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Nkrumah's Educational Legacy

Dr Kwame Nkrumah, a man of many parts, contributed greatly to the development of education in the country. Himself an academician, he set up the Ghana Education Trust, under which a number of secondary schools, teacher training colleges and higher educational institutions were also established.

The legacy of Dr Nkrumah in the area of education is unmatched as the educational institutions he set up in the country have become the building blocks of Ghana’s foundation.

Right from the secondary schools to the universities, it was evident that Dr Nkrumah had a great vision for the country. His vision on education was to provide the platform, through the establishment of educational institutions, to produce the manpower or the human resource needed for the development of the country.

As a starter, Dr Nkrumah began with the establishment of the Ghana National College in Cape Coast. He named the new school 'Ghana National College' and directed that the school's motto be 'Pro Patria', which means 'For the Honour and Glory of our Fatherland'.

Dr Kwame Nkrumah, on Tuesday, July 20, 1948, delivered a keynote address to inaugurate the new school, and on that same day, he delivered a brilliant speech, portions of which have been quoted below.

'In spite of the humble conditions under which we have started, I bring you a message of hope and inspiration. I bid you shake hands with your fellows and teachers over your study table and over the blackboards.

'I look forward to the time when there will be a chain of Ghana Colleges in all the four territories which make up the Gold Coast, leading to the founding of a very high institution in this country. In the name of the people of the Gold Coast, in the name of humanity and in the name of Almighty God, I bid you speed forward till we realise a free and United Gold Coast in a United Africa,' he summed up.

Following the establishment of the Ghana National College, Dr Nkrumah began expanding the frontiers of education with the establishment of the Ghana Education Trust, which was charged to open secondary schools and teacher training colleges.

The trust was under the chairmanship of Rev. S. Nimako and the secondary schools it established included Mfantsiman Secondary School, Ofori Panyin Secondary School, Techiman Secondary School, the Winneba Secondary School, Swedru Secondary School, Apam Secondary School, Dormaa Secondary School, Tema Secondary School, Oda Secondary School, and the Labone Secondary School.

Indeed, students who entered those secondary schools would need teachers to impart knowledge. And in ensuring that this became a reality, the country’s First President went to initiate the setting up of teacher training colleges, about 16, of which he built.

The 16 included the Atebubu Training College, Berekum Training College, Fosu Training College and the Enchi Training College. These were complemented by the teacher training colleges built by religious bodies.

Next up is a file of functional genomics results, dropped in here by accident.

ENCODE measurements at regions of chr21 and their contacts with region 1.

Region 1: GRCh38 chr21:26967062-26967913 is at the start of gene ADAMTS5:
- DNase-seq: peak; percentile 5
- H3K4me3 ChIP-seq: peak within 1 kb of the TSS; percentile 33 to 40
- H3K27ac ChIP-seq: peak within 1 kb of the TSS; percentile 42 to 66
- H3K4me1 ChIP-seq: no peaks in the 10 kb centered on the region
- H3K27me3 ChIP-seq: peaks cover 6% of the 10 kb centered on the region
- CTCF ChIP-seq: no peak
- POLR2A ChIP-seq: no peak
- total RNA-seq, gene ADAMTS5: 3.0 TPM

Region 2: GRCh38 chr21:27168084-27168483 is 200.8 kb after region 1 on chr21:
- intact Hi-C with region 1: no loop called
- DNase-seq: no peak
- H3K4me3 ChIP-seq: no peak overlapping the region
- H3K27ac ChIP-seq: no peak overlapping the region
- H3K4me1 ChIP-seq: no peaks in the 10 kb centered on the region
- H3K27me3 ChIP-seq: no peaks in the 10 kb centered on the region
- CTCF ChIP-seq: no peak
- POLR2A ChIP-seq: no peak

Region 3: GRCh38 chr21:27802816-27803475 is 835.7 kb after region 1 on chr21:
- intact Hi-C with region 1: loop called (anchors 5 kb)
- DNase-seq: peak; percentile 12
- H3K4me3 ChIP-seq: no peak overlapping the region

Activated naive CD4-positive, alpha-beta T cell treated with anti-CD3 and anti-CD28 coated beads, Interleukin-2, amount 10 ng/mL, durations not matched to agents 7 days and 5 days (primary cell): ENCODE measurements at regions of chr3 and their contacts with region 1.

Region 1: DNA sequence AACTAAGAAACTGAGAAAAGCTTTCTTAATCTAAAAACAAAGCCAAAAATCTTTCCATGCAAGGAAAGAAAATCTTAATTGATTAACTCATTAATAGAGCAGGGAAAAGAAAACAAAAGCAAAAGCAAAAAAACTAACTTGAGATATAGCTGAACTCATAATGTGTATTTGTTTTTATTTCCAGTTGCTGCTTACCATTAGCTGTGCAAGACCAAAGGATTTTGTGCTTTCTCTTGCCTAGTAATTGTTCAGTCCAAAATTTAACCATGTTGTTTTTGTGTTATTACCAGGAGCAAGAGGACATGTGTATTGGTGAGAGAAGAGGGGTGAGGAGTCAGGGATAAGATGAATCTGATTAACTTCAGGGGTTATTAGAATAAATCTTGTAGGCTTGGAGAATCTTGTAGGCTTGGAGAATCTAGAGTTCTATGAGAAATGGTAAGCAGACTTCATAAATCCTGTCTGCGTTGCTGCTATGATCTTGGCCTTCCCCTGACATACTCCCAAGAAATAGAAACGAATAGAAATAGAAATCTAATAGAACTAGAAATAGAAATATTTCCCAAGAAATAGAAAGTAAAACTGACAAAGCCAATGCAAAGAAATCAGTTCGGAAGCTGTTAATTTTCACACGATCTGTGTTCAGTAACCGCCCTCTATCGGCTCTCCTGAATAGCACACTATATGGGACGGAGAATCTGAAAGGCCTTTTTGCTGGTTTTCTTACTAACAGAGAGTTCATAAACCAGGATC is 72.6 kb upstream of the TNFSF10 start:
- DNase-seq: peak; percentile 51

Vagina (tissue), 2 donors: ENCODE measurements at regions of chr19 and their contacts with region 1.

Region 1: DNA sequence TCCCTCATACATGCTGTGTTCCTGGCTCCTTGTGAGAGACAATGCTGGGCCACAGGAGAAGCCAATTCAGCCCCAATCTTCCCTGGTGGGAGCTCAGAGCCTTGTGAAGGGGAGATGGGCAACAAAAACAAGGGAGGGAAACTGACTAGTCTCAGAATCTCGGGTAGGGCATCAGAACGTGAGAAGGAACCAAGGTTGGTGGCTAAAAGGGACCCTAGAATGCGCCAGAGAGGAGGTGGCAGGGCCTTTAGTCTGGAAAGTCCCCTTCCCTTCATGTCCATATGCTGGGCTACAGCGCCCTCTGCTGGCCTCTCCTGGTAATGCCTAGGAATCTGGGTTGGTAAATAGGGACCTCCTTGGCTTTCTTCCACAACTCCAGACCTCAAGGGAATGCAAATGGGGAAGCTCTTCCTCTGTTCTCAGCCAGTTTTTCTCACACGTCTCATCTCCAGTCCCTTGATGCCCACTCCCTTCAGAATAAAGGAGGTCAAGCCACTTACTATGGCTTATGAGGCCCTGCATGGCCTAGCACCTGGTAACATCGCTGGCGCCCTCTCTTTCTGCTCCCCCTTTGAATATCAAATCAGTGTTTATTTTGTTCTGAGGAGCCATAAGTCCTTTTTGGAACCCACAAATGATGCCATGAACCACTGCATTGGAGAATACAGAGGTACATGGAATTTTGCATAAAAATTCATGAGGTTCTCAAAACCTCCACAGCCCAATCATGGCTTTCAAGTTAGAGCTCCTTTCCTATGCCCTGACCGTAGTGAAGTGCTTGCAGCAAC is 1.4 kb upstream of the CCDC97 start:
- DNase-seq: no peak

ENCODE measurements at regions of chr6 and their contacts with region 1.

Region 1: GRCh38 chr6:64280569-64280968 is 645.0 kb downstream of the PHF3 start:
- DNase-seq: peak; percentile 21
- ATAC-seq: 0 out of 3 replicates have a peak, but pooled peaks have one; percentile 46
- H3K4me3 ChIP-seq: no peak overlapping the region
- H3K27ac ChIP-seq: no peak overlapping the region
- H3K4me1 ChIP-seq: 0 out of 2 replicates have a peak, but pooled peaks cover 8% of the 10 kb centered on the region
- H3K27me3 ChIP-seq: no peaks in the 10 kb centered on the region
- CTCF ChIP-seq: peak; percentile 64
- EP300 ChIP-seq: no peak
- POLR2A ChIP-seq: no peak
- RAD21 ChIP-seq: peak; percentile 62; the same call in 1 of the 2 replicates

Dr Nkrumah also set up universities to provide higher level education with the establishment of the University of Cape Coast in 1962 to train teachers for secondary schools, training colleges, technical institutes, among others.

He set up the {Kwame Nkrumah University} of Science and Technology in 1952 and the Kwadaso College of Education to produce middle level manpower for the agriculture sector, and the School of Languages, Ajumako, among others. Indeed, before he was overthrown, Dr Nkrumah secured a parcel of land to put up a College of Agriculture at Somanya in the Greater Accra Region.

He was instrumental in the transformation of the University College of the Gold Coast to the University of Ghana. In the 1960-61 academic year, the College Council made a request to the Government of Ghana for legislation to constitute the University College into a university with the power to award its own degrees.

The Government appointed an International Commission to examine the problem. On the recommendations of that Commission, the University of Ghana was set up by an Act of Parliament on October 1, 1961 (Act 79). The then President of the Republic of Ghana, Dr Kwame Nkrumah, became the first Chancellor of the university.

Dr Nkrumah attached great importance to the delivery and access to education in the country as a result of his rich educational background.

In 1961, he introduced free education for primary and middle schools to ensure that every child of school age had education. It must be noted that the Education Act of 1961 (Act 87), under the tenure of Dr Nkrumah, was reviewed only last year and replaced with the current education act.

The visionary did not only end there, but introduced a policy to supply free textbooks to schoolchildren in 1963.

He attended the Government Training College (which became part of Achimota College) in Accra in 1927 and obtained Teacher’s Certificate from the college in 1930.

He became a teacher in 1931 and was later promoted to be a head teacher at Catholic School Axim. In 1935, he studied at Lincoln University, USA, and obtained Bachelor of Arts (BA Arts) in 1939 and BA Theology in 1942.

In 1942, he received a Master of Science degree (Msc. in Education) from the University of Pennsylvania. He again received another Master’s degree, this time, in a Master of Philosophy (MPhil) from the University of Pennsylvania in February 1943.

He was also awarded a doctoral degree in law at Lincoln University and the most outstanding professor of the year by the Lincolonian in 1945.

Article : Emmanuel Bonney